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Instructional Coaching is like an Oreo Cookie

I have been trying to develop a short and simple way to describe the coaching process to the educators at the new schools I will be joining this year. An Oreo Cookie popped into my head – probably because I’ve been trying to stay away from sweets lately!

I learned early on in my career as a professional development provider that teachers appreciate treats, especially after a long school day. Chocolate seems to do the trick! I plan to have Oreo cookies with me as I briefly explain the coaching process.

How do you eat an Oreo cookie? Do you dunk it in milk? Do you twist off the outer cookies first and lick of the creamy center first? The beauty is there is no one right way to eat an Oreo. Everyone seems to have their own unique way to enjoy this treat.

The instructional coaching process to be similar because there is no one right way to engage in the process. The process is as unique as the individuals taking part in the experience, yet three stages do emerge – just as the three parts of the Oreo cookie.

At the heart or center of the coaching process is student learning. Many times this comes in the way of the coach acting as an observant with a second pair of eyes for the classroom teacher or the coach modeling a strategy or approach. Either way, the focus is on the students and their learning.

Just as the outer chocolate cookies support the Oreo and add to its richness, the pre and post classroom experiences add to the coaching process as well. In a pre-classroom visit meeting, the teacher and coach have a collegial dialogue about the upcoming observation or modeled lesson. The goal of this session is for the teacher and coach to establish an agreed upon protocol for the visit.

If an observation is going to take place, the teacher decides what he/she would like the coach to watch for during the visit in the pre-meeting. The possibilities are endless. Is the teacher learning a new strategy and would like the coach to watch for key elements? Is the teacher wanting the coach to collect some “time on task” data to determine next steps in deepening student engagement? Has the teacher worked to establish classroom routines and want data collected on their effectiveness so that they make the most of the effective use of instructional time? Is the teacher concentrating on developing clear learning targets and want a second pair of eyes to help determine if students are reaching the targets? In any case, the decision comes from the teacher. The coach is not entering this process with their own agenda. The goal is to gather data the teacher is interested in using to reflect on his/her own instructional methods and their effects on student learning.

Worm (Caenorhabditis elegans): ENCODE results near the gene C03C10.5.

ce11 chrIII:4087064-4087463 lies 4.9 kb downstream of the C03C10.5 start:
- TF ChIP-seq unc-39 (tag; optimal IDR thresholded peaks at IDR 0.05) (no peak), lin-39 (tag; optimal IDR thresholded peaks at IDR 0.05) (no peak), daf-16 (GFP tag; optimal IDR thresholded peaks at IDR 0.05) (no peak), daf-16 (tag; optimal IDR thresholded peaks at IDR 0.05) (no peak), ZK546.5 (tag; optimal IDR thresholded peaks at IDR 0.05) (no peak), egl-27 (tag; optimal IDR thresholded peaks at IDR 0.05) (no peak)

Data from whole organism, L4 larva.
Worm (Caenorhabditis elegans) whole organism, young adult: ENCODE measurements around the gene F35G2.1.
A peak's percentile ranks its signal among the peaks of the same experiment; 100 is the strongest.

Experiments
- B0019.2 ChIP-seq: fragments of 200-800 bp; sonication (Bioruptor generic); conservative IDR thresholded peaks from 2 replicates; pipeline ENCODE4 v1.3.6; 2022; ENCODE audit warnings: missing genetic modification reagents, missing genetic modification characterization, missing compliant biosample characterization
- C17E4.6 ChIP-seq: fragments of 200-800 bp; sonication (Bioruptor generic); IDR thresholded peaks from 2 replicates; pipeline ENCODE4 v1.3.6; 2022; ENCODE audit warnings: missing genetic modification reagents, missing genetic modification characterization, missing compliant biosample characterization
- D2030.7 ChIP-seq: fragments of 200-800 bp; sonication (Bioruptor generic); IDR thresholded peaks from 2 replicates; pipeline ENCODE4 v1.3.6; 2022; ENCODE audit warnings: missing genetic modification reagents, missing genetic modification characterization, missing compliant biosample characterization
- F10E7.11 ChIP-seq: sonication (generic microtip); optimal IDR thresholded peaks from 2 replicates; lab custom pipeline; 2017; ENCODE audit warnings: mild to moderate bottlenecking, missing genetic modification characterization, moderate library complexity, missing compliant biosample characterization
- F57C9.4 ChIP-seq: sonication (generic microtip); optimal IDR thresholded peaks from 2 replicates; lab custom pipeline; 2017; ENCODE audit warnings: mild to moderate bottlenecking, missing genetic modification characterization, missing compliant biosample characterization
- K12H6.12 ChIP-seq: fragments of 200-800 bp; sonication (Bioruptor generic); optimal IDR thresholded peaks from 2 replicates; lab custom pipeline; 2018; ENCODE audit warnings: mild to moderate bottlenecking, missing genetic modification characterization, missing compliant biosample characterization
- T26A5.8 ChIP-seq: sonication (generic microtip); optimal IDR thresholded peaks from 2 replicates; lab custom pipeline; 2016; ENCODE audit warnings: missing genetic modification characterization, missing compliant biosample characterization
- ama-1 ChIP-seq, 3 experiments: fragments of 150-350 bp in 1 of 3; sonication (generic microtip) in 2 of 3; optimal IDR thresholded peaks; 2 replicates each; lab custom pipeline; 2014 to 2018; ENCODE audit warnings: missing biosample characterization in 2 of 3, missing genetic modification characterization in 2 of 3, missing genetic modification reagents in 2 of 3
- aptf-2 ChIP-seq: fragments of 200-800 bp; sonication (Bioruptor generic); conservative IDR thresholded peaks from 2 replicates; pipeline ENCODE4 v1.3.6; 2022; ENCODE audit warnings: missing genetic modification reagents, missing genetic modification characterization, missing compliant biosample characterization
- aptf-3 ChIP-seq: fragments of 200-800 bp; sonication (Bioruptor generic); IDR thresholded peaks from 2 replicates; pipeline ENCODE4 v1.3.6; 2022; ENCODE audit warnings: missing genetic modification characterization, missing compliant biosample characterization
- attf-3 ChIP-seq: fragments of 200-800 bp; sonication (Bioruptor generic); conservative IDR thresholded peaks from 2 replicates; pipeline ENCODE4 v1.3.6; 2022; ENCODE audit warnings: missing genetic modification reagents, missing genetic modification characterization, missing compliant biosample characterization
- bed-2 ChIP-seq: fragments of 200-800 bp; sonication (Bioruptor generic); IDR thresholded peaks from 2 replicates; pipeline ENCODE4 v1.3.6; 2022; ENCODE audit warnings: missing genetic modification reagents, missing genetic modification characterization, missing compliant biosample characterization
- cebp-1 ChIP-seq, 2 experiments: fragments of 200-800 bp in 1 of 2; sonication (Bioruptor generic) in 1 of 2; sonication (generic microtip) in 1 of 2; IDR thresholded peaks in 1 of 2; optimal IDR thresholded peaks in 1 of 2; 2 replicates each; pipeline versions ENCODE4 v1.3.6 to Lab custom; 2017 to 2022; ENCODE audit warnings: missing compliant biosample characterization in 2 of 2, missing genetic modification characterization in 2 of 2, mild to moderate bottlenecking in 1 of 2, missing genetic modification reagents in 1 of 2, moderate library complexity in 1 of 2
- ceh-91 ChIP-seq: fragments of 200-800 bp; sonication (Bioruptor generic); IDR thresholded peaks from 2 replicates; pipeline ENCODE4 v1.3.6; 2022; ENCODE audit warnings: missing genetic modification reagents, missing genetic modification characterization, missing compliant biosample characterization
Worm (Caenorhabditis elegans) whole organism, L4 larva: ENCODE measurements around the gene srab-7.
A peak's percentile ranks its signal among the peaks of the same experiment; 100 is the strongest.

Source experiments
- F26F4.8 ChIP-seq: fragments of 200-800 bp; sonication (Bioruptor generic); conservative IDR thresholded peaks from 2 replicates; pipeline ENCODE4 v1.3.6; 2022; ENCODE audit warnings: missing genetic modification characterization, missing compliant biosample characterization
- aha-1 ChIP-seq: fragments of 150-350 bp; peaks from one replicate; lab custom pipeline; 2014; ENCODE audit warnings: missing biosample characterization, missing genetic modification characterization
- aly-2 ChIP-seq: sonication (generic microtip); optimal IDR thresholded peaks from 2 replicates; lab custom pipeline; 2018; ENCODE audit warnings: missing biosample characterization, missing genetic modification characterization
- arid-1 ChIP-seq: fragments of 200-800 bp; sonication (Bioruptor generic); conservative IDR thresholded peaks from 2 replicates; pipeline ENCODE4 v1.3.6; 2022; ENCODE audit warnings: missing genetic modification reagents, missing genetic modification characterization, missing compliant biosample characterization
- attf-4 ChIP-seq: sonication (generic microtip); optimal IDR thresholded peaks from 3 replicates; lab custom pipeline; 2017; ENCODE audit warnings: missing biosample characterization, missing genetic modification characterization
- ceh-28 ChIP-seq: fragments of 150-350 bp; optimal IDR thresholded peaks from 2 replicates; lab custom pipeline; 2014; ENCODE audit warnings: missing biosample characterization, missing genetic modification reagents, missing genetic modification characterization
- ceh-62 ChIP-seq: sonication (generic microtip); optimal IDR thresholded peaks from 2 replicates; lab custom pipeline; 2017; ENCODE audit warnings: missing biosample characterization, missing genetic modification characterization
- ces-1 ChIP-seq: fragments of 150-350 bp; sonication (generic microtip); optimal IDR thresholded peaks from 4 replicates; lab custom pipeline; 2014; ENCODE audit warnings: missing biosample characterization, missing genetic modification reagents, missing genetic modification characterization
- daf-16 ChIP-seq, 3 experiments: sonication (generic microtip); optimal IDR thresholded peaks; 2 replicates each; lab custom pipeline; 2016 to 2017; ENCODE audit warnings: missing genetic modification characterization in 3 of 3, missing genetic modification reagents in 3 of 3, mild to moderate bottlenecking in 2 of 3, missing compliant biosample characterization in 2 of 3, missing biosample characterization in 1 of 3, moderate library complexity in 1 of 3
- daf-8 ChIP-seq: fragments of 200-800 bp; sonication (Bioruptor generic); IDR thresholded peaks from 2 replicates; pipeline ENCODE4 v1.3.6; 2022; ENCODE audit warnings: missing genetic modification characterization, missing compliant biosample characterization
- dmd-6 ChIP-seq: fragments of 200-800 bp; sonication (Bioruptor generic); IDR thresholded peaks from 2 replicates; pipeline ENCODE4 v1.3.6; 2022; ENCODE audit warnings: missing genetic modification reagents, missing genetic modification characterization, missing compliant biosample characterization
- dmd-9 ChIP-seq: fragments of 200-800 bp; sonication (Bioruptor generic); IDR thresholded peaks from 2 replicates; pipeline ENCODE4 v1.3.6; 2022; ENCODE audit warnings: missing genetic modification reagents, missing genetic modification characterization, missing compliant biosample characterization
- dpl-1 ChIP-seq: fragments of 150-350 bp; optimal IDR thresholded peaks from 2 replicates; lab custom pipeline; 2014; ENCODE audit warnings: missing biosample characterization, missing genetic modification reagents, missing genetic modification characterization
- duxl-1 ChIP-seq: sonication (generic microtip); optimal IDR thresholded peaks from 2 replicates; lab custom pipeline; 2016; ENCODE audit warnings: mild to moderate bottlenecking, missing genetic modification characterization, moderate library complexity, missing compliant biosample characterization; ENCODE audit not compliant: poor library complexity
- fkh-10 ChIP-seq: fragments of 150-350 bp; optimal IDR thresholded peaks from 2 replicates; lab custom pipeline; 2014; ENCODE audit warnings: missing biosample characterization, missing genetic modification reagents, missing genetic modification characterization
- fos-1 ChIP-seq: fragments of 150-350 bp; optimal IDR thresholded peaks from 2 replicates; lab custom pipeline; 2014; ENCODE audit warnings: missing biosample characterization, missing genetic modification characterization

If the teacher is wanting an instructional coach to model something in the classroom, the same holds true during the pre-meeting. It needs to be clear that the coach is not entering this process as an expert. The coach may know of an approach the teacher would like to see in practice to add to his/her repertoire in order to increase student learning – but the coach as a reflective educator is learning throughout the process as well. The coach and teacher agree upon areas the teacher will watch for. Is the teacher currently adding the strategy or approach to their toolkit? Do they want to watch for the specific steps of the strategy/approach? Are they wanting to watch how students respond to the strategy/approach? Again, the possibilities are endless.

After the observation or classroom modeling experience, the teacher and coach should engage in the third part of the process – the post meeting. The agreed upon data is brought to the table and a collaborative inquiry process takes place.

Jane L. David describes the collaborative inquiry process as:

“In the collaborative inquiry, teachers work together to identify common challenges, analyze relevant data, and test out instructional approaches. The idea behind this approach is that such systematic, collaborative work will increase student learning.” (Collaborative Inquiry – Ed. Leadership: December 2008/January 2009 | Volume 66 | Number 4)

This reflective process will no doubt reveal next steps in the coaching process – again with no one right approach. Will the data reveal that additional observations or models are desired? Can the coach assist the teacher in locating additional resources? Can the coach and administrator assist the teacher in scheduling a time to visit another classroom in the school? Will the teacher decide that videotaping his/her own teaching process and personally reflecting on the experience would be helpful?

No matter how the coaching process unveils, it is not, at any point, to become evaluative in nature. It should have the feel of two educators coming together to enjoy cookies and milk and have a wonderful dialogue, share ideas, learn from each other in the journey to increase student learning. If you are fortunate to have an instructional coach available at your school I encourage you to give the process a try! Enjoy the treat!

Does this post doesn’t make you hungry, hungry enough to give the coaching process a try?

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